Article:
I am trying to compile a Lexical Simplification dataset, which contains sentences, target words, and their simpler substitutes. I have already found some similar datasets in various languages, here are some of them for reference:

  • English - contains 1 target word per sentence
  • Spanish - contains multiple target words per sentence
  • Spanish - contains multiple target words per sentence
  • English - contains 1 target word per sentence

However, none of these sources seem to state how the target word was selected. Target words are words that are potentially complex, meaning that they may be labelled as complex or not complex. Are they chosen arbitrarily? How would such a process typically be carried out?

Thanks in advance!


1 Answer 1


Word frequency is the best way to identify complex words.

You have also other factors like word length, number of syllables, number of synonyms, or the complexity of pronunciation.

Then, those words are processed in Decision Trees to find the best solution for simplification.

See also: https://aclanthology.org/S16-1085.pdf

About the data source, they are in the test/train sample datasets.


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For instance, europarl refers to the european parliament datasets:


  • $\begingroup$ Hi Nicolas, thank you very much for taking the time to answer my question. Yes, I have read that these are features typically used for the CWI task. However, my question relates to the compilation of a dataset, which I guess should be made up of both complex words and non complex words. Apologies, perhaps I should have phrased it better in the initially question. As in the datasets I have linked, the new dataset should include words not deemed as complex, so that the system being implemented may distinguish between complex and non complex words and thus not generate substitutes for them. $\endgroup$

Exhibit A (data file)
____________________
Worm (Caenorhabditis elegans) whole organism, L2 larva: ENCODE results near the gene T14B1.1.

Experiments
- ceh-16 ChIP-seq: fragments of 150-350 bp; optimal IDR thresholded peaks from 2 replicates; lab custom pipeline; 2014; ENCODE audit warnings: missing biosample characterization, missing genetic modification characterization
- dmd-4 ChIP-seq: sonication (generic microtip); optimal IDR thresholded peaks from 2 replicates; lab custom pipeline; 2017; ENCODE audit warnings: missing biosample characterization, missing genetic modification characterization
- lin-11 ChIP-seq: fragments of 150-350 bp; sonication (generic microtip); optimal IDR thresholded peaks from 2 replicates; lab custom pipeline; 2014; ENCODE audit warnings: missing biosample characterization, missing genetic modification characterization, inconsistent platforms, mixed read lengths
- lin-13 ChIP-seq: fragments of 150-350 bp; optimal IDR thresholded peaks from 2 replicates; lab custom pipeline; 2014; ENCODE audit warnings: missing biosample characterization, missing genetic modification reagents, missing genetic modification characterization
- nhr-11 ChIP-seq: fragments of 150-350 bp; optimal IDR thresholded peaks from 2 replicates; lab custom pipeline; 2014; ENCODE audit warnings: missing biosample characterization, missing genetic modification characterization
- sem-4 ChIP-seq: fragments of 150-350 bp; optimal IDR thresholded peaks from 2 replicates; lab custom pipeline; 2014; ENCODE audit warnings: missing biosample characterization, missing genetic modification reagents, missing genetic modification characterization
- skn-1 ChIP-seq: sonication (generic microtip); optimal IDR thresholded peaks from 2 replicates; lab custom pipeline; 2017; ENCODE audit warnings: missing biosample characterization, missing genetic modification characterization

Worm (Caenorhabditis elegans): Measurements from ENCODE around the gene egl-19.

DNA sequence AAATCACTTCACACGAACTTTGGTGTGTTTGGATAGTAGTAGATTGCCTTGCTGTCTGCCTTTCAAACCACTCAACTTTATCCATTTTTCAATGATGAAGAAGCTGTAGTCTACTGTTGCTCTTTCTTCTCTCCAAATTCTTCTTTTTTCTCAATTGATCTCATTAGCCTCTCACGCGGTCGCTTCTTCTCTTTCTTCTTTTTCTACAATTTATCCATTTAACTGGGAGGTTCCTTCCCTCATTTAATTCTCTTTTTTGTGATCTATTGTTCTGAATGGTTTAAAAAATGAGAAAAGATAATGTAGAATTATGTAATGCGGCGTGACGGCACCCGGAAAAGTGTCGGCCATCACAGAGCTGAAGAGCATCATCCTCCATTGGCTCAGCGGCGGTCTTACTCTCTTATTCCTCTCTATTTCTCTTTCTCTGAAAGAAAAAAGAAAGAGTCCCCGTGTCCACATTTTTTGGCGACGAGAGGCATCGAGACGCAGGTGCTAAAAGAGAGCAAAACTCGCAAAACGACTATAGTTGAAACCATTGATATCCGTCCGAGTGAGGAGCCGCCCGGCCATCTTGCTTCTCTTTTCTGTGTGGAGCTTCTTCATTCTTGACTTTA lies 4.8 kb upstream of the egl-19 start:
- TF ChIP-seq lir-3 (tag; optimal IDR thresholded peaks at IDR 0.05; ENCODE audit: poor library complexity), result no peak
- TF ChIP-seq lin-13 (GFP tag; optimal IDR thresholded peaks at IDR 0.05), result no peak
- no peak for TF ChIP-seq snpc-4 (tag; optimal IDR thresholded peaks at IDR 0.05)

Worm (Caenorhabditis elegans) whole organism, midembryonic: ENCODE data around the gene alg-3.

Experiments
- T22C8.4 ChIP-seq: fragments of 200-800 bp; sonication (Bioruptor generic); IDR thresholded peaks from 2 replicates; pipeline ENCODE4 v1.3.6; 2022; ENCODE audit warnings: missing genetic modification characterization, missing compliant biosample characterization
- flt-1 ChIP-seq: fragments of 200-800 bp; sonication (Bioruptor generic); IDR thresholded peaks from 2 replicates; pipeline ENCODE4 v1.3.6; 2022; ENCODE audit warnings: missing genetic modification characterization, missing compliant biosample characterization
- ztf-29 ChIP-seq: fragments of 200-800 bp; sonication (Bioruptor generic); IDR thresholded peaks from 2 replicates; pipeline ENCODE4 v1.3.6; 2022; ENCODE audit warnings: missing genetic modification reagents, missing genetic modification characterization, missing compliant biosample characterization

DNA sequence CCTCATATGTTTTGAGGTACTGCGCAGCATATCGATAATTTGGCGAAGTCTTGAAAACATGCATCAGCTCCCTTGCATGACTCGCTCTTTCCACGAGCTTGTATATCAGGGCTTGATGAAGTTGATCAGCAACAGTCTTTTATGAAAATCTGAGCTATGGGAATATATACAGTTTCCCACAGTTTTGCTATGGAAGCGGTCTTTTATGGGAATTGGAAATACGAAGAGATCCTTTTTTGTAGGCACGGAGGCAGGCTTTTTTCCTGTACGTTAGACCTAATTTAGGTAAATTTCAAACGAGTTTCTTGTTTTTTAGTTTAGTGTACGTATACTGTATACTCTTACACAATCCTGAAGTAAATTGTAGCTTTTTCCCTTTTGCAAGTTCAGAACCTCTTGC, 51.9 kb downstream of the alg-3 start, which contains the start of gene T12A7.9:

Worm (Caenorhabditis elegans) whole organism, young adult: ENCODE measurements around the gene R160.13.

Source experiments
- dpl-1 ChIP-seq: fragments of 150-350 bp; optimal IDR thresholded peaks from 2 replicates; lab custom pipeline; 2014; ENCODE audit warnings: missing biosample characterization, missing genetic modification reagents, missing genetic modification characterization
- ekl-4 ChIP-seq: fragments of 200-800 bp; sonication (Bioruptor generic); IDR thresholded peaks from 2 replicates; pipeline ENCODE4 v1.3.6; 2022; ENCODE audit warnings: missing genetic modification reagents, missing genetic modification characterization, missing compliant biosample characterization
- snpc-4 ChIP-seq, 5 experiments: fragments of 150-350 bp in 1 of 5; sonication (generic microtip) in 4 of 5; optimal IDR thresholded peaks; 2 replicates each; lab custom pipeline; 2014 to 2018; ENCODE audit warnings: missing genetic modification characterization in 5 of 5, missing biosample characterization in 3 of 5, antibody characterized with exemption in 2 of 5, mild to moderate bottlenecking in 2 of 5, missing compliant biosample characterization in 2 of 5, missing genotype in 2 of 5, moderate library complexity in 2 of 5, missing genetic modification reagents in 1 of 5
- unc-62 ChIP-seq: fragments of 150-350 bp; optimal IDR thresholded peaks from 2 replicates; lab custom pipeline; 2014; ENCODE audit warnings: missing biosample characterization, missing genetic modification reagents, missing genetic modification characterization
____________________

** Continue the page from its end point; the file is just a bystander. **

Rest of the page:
– Mar
    Dec 15, 2022 at 10:06
  • $\begingroup$ Do you mean the data sources? Then, there are algorithms that classify every word automatically: Do you mean those algorithms? $\endgroup$ Dec 15, 2022 at 21:35
  • $\begingroup$ No I mean the data sources. $\endgroup$
    – Mar
    Dec 16, 2022 at 10:44
  • $\begingroup$ OK Mar, I've updated the answer accordingly. $\endgroup$ Dec 16, 2022 at 12:46

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